Postpartum depression - which can cause severe mood swings, loss of appetite, overwhelming fatigue and lack of joy in life - is sometimes a concern as well. Contact your health care provider if you suspect that you're depressed. It's especially important to seek help if your signs and symptoms don't fade on their own, you have trouble caring for your baby or completing daily tasks, or you have thoughts of harming yourself or your baby.


What to Expect After Delivery

Just as your body went through many changes before birth, it will go through transitions as you recover from childbirth.
Physically you may experience the following:

Emotionally you may experience irritability, sadness, or crying, commonly referred to as the "baby blues," in the days or weeks after delivery. These symptoms occur in up to 80% of new mothers and may be related to physical changes (including hormone changes and exhaustion) and your emotional adjustment to the responsibilities of caring for a newborn.

If these problems persist, inform your doctor or other health professional; you could be experiencing postpartum depression, a more serious problem that affects between 10% and 25% of new mothers.

  Breast Feeding

Starting breastfeeding

The first time you hold your newborn is a right time to start breastfeeding. Initially your body produces small amounts of a thick yellowish milk called colostrum that will help protect your baby from infection.
Turn your baby's whole body toward you, chest to chest. Touch her upper lip with your nipple, and, when she opens her mouth wide, pull her onto your breast, holding your breast for support. Her mouth should cover not just the nipple but as much of the areola (the darker part surrounding it) as possible. Breastfeeding requires patience and lots of practice. Don't hesitate to ask a nurse to show you what to do.

Breast Feeding

How frequently you should feed

The more you nurse, the more milk you'll produce. feeding eight to 12 times every 24 hours is usually adequate.

Feed on demand: According to guidelines from the American Academy of Pediatrics (AAP), rather than nursing according to a rigid schedule, you should nurse your newborn whenever she shows early signs of hunger, such as increased alertness or activity, mouthing, or rooting around for your nipple. Crying is a late sign of hunger – ideally, you should start feeding your baby before she starts crying.During the first few days, you may have to gently wake your baby to begin feeding, and she may fall asleep again mid-feeding. (To keep her awake during feedings, you may want to tap her on sole or remove a layer of clothing.) To make sure your baby's eating often enough, wake her up if it's been four hours since your last nursing session.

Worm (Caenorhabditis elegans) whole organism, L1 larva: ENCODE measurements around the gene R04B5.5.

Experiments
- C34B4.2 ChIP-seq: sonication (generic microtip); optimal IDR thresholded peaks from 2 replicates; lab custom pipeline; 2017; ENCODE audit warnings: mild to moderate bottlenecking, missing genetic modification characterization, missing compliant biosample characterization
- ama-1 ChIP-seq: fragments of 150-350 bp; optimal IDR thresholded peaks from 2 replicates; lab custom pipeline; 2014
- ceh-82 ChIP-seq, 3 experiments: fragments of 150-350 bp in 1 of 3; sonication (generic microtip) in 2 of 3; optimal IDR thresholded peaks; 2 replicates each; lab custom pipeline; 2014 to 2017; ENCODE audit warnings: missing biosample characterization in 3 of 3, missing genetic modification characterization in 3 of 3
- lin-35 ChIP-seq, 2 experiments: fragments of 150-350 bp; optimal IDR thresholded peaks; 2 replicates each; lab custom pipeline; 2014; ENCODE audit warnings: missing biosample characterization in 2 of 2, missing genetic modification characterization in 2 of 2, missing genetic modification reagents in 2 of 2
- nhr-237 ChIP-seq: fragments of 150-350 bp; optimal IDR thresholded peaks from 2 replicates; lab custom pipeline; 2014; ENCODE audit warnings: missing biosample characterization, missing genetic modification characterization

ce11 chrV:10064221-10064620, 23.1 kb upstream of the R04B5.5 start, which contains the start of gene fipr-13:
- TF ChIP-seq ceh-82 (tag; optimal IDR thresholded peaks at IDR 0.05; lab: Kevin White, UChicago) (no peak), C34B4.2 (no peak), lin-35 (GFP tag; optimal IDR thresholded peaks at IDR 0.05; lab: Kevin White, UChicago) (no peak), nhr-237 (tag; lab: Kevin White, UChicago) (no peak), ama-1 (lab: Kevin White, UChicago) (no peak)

Best position for feeding

Since feedings can take up to 40 minutes, especially in the newborn months, choose a comfortable place. Hold your baby in a position that won't leave your arms and back sore. It works well to support the back of your baby's head with your hand, but the position you choose really depends on what's comfortable for you.

If you're sitting, a nursing pillow can be a big help in supporting your baby. Whether you're sitting or lying down, don't start the feeding until you and your baby are comfortable because you'll be in that position for a while.

Dietary advise

A normal healthy diet is all you need while you're nursing. Although you can produce milk for your baby even if your nutrition isn't up to par, eating a well-balanced diet will ensure that the quantity and quality of your milk is all it can be and will help you feel your best. Follow your hunger rather than counting calories, and drink fluids throughout the day to stay well hydrated.

Problems you may encounter

Some women adjust to breastfeeding easily, encountering no major physical or emotional hurdles. But many new moms find it hard to learn. If you're tensed, you're not the only one.
It's normal to feel overwhelmed by your baby's constant demands and exhausted from lack of sleep. And you may have questions: Is my baby getting enough milk? Should I have sore nipples? How long should my baby nurse? Should I wake her if she falls asleep nursing?
Although women have nursed their babies for centuries, breastfeeding doesn't always come easily. Many women face difficulties early on. Some of the most common breastfeeding problems you may encounter in the first six weeks include:

Calcium requirement during pregnancy
Pregnancy is a critical time for a woman to consume more calcium. Even if no problems develop during pregnancy, an inadequate supply of calcium at this time can diminish bone strength and increase your risk for osteoporosis later in life.

The following guidelines will help ensure that you are consuming enough calcium throughout your pregnancy:

Best Sources of Iron